US 341287 A
Description (OCR text may contain errors)
(No Model.) 3 Sheets- Sheet 1.
RECORDING AND REPRODUGING SOND'S. No. 841,287. Patented May 4', 1888.
N. Patins. Plmnmuwmpm. wmm c.
(No Model.) l i 3 Sheets-Sheet 2.
RECORDING AND REPRODUCING SOUNDS.
N0. 341,287. Patented May 4, 1886.
N. PETERS. Pham-Luhmnplm, wnmingnm n c (No Model.) I S TAINTBR 3 Sheets-Sheet 3.
v RBGORDING AND BBPRQDUGING SOUNDS. No. 341,287. Patented May 4, 1886.
UNTTED STATES PATENT OEirieEO SUMNER TAINIER, OF VASHINGTON, DISTRICT OF COLUMBIA..
RECORDING AND REPRODUCING SOUNDS.
SPECIFICATION forming part of Letters Patent No. 341,287, dated May 4, 1886.
Application filed August 29, 1885.
Serial No. 175,610. (No model.)
To all whom it may concern:
Be it known that I, SUMNER TAINTER, of Washington, in the District ofColumbia, have invented a new and useful Improvement in purpose it is necessary, first, to prepare the record in a suitable material, (magnetic or diathe purpose is of course iron, (using-the word broadly as including steel and various grades ofii'on.) Owing to the hardness ofiron, it is not practical to cuttlie record directly therein by means of a cutting-style vibrated by the action of, the voice, as described in application for Letters Iatent of the United States of Chichester A. Bell and Sumner Tainter, filed .Tune 25, 1885,and ofiicially numbered 170,011.4. The same property would interfere with the preparation oi' records by the Edison method of indenting, which method is, moreover, inferior to the cutting method iu sharpness and in compactness of the record.
According to the present invention the reco1 d is first eut in a comparatively soft material, (preferably wax or a waxy compositiom) and from an electrotype of this or from other suitable record a copy is-iiiade in iron or other suitable material by means of a graver or cuttingstyle which is actuated by the record to be copied. rllhe wax record would not ordinarily have sufficient strength to withstand the pressure to which it would he subjected iii cutting the metal, and for this reason the electrotype is made.v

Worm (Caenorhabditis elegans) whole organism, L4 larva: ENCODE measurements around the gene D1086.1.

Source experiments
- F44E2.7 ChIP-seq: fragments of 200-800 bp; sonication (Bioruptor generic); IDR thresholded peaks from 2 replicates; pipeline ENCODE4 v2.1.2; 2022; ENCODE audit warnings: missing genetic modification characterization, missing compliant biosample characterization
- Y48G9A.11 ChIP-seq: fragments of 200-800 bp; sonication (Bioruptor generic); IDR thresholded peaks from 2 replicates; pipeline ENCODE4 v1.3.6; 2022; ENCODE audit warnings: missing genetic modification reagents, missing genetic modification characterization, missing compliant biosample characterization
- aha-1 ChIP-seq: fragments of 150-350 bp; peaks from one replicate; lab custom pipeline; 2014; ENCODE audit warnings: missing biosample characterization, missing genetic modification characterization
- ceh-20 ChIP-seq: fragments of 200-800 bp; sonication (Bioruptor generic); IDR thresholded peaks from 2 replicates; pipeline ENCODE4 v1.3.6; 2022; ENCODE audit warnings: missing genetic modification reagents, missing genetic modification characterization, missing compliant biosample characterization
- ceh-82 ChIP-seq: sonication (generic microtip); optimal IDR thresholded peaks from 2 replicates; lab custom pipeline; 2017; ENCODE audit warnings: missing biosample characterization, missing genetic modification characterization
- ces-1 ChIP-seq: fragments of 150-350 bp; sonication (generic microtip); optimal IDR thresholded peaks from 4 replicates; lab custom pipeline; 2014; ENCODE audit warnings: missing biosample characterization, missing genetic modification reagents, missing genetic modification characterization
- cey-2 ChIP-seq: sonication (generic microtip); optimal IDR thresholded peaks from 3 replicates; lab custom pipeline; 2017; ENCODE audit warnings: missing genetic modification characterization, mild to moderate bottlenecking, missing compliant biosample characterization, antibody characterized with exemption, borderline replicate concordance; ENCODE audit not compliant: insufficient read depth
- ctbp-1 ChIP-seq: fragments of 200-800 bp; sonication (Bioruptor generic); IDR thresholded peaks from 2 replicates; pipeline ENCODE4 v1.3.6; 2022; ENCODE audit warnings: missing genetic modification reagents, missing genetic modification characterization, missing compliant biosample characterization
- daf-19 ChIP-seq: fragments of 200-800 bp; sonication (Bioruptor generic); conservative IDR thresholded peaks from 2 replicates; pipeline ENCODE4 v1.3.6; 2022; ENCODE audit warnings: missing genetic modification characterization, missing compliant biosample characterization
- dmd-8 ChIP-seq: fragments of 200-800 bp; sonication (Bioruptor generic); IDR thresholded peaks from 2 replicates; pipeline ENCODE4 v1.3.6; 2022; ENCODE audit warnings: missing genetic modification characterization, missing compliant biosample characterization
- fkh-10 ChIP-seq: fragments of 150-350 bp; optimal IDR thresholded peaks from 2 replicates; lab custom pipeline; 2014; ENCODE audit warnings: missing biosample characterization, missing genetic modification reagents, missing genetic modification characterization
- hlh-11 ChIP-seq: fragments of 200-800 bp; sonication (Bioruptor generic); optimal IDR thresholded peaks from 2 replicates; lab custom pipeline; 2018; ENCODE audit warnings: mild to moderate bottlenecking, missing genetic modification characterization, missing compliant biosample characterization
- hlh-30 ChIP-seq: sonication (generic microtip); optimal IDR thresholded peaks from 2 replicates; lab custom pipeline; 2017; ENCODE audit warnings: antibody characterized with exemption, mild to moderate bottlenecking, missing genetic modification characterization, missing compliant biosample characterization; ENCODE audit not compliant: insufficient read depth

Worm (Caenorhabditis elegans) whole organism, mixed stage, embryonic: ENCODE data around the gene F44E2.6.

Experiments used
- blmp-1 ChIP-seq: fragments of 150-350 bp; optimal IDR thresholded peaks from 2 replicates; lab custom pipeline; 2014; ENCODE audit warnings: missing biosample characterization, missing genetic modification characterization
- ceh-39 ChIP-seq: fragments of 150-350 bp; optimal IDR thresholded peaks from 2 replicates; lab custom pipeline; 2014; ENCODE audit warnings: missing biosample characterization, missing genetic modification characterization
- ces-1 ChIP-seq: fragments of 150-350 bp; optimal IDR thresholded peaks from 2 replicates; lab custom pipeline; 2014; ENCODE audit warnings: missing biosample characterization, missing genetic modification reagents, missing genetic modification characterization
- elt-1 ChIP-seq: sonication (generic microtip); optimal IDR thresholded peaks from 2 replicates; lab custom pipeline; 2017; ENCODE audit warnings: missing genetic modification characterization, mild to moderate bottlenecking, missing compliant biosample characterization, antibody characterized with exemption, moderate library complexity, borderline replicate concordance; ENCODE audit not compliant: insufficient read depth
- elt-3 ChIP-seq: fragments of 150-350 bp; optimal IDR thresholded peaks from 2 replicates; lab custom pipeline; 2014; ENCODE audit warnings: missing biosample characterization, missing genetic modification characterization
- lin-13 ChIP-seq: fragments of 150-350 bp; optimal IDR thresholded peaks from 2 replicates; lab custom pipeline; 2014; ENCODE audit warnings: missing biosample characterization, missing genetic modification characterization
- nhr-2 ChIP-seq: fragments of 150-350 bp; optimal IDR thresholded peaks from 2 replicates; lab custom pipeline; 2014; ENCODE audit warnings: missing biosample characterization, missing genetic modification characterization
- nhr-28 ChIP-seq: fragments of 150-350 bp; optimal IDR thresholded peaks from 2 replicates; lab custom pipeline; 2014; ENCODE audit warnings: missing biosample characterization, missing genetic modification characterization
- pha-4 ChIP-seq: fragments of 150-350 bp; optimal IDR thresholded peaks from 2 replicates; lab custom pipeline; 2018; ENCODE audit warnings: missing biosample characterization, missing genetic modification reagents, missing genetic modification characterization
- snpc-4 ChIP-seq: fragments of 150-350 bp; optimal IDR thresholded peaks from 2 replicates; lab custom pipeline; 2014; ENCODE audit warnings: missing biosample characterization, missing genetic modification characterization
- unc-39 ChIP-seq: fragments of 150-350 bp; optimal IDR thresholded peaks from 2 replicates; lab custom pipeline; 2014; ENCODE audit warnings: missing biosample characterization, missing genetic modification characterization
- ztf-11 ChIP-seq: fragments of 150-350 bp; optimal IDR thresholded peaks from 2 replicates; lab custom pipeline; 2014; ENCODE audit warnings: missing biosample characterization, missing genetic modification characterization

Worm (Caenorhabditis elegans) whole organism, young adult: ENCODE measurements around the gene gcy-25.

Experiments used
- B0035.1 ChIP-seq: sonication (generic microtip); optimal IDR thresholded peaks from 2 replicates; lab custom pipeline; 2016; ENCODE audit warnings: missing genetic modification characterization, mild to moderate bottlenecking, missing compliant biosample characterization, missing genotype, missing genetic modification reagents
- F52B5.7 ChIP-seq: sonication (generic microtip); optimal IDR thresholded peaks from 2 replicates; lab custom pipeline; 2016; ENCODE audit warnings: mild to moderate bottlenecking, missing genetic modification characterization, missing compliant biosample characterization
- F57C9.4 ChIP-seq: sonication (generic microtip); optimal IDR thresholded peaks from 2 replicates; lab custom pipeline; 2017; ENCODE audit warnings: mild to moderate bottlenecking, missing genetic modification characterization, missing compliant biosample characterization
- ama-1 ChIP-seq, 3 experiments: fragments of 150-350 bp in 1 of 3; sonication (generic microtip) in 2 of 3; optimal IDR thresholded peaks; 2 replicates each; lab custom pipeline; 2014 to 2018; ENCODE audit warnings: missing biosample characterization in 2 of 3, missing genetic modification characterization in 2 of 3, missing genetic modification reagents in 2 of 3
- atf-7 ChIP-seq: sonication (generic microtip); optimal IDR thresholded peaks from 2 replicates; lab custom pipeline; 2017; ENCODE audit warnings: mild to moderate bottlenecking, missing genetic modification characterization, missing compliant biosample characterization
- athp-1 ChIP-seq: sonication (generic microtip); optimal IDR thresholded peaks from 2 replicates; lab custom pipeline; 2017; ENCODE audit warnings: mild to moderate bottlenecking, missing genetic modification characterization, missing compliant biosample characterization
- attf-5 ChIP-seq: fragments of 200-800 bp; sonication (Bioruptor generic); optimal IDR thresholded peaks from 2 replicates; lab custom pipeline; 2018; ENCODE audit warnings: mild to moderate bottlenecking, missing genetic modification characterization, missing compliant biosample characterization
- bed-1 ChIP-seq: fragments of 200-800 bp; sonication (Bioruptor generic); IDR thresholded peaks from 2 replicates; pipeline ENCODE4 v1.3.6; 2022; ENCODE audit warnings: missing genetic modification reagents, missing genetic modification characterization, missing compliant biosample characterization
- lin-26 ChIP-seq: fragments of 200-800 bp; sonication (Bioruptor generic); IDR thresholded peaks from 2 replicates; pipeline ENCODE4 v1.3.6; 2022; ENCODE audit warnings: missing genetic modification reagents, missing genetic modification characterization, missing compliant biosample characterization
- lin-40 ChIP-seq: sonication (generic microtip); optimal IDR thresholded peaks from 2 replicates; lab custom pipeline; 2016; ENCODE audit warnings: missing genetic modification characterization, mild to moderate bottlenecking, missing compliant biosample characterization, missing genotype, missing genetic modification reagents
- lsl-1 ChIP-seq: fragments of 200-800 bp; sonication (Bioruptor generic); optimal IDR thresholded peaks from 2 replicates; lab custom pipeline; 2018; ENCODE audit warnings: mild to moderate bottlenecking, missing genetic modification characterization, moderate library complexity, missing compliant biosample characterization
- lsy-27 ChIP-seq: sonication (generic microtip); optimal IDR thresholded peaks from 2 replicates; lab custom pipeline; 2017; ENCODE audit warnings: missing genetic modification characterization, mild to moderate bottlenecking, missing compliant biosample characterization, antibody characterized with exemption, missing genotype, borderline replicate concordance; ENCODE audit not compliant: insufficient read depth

Another method of preparing a magnetic record would be to plate a thin ilm of iron upon an electrotype taken from the wax or other suitable record.
Having prepared a suitable magnetic record, it is necessary to provide means suiiiciently sensitive to respond to the record. Heretofore it has been proposed to attach a magnetized needle to a diaphragm and to support the latter so that the point of the needle is in close proximity to the record, (which it was pro` posed to form by indentiiig an iron foil.) In
the present invention, in addition to the means A before stated for improving the quality of the record, means are provided for increasing the sciisitivcness of the receivinginstrument.
Instead of depending wholly npoii the permanent magnetism of the needle, one oi more inducing-magnets are employed, and the record itseif is or may be rendered magnetic by induction or permanently. lt is also found that excellent results can be obtained by inducing currents in an electric circuit'which includes a receivingvtelephone. For this purpose a coil shonldsurrouiid the reproducing needle. Good results have also been secured by means ofmechaiiical receiving devices witliout the introduction of electric currents.
Instead of inducing magneto-currents in the receiving-circuit, an electric current can be undulated by variationsin resistance produced by the vibrations of the needle.